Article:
Small drinking water systems are businesses or premises that supply their own water, typically through a private well or cistern, and allow the public access to the water, such as:
- Hotels / motels
- Seasonal trailer parks or campgrounds
- Places of worship
- Recreational facilities
- Municipal airports and offices
- Public washrooms
Niagara Region Public Health and Emergency services is required to routinely inspect these systems, respond to adverse water quality incidents and investigate complaints.
Taking a water sample
- Pick up a drinking water sample bottle from your private laboratory
- Check the bottle to ensure that the seal is intact and lid is not broken
- Water samples should be taken on the same day they are delivered to the laboratory
- If unable to take the sample the same day, it must be submitted within 24 hours. Samples greater than 24 hours will not be suitable for testing
- Taking the sample
- Ensure your hands are clean. Good handwashing or the use of alcohol based hand rubs will help prevent contamination of the sample
- Remove any aerators, screens, or other attachments from the faucet
- Do not take a sample from an outside faucet or the garden hose
- Turn on the cold water and let it run for two to three minutes
- Turn off the water and disinfect the faucet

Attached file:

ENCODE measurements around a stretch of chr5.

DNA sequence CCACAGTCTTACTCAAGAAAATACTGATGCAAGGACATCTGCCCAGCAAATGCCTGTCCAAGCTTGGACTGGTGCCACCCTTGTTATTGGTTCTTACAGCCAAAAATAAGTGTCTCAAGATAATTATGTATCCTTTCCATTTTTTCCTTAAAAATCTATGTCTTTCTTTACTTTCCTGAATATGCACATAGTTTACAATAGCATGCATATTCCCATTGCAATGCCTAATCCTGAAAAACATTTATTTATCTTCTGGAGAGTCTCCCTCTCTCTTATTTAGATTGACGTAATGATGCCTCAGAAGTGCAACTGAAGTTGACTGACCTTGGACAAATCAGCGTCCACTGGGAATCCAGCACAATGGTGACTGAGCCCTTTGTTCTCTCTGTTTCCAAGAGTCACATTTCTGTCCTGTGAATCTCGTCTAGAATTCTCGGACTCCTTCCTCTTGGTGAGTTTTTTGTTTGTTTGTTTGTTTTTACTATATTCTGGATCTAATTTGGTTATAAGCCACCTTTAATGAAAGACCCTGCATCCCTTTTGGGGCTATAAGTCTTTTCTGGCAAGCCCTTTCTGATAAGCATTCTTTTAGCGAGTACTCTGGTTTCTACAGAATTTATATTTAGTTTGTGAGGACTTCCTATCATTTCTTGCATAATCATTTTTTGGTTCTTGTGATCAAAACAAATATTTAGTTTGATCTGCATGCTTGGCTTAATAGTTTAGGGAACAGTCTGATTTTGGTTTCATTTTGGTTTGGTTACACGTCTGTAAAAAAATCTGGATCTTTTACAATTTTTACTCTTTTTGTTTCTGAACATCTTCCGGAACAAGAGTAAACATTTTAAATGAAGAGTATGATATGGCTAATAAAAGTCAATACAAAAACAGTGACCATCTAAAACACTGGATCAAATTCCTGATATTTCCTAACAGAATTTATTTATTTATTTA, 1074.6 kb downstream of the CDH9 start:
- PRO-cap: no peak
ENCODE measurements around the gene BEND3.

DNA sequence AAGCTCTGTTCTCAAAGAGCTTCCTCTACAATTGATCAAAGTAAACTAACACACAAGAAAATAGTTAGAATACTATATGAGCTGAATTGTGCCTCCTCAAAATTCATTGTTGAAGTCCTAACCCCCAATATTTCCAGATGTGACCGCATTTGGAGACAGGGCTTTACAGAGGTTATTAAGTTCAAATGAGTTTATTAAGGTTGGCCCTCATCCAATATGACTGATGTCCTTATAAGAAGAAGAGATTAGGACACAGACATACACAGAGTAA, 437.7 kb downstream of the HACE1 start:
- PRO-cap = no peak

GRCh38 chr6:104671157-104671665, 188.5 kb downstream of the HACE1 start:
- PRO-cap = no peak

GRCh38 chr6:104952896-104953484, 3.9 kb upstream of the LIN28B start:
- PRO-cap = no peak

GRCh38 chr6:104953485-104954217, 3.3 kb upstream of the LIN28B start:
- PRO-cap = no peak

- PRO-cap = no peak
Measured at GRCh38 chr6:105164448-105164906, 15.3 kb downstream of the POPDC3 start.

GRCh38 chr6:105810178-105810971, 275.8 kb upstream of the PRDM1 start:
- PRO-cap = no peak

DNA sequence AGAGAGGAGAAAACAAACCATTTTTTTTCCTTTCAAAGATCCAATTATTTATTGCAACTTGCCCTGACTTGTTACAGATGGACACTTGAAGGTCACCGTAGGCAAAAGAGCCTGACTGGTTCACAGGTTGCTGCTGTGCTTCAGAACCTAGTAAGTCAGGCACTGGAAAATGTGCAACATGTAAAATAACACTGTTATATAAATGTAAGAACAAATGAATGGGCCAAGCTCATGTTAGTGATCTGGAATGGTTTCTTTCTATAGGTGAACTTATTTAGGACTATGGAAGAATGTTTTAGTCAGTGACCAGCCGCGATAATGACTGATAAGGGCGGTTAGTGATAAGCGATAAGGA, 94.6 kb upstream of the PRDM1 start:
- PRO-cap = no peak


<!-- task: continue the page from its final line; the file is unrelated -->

- Swab the end of the faucet spout with an alcohol swab (70% isopropyl) or use diluted bleach solution (one part household bleach to 10 parts water) to remove debris or bacteria
- Turn on the cold water again and let it run for two to three minutes
- Remove the lid of the sample bottle and fill the bottle
- Do not touch the inside of the lid, put down the lid, or rinse out the bottle
- Fill the bottle to the level that is marked and close the lid firmly
- Complete the submission form. Ensure the form includes your small drinking water system number and emergency contact information
- Transporting the sample
- Water samples should be kept refrigerated (not frozen)
- Transport the sample in a cooler with ice packs
- Adverse water quality incidents
- An adverse water quality incident is when a drinking water sample shows high levels of bacterial (or chemical) contamination. The presence of these bacteria is an indication of the entry of surface water or fecal contamination. Bacterial contamination may be a health risk to the users of your small drinking water system.
- The laboratory will contact the owner/operator of the system and Public Health. You are required to contact Public Health regarding any adverse results. A public health inspector will provide direction on corrective actions.
Disinfect a system
When water sample results show the presence of bacteria (Total Coliforms and/or E. coli), it is necessary to disinfect the well/cistern and resample. These pathogens may have been introduced during maintenance, alterations, repairs, or they may indicate that surface water is entering the well/cistern.
A disinfection process is used to inactivate these bacteria. If repeat samples continue to show contamination, a treatment system may be required or the current treatment system is not working properly.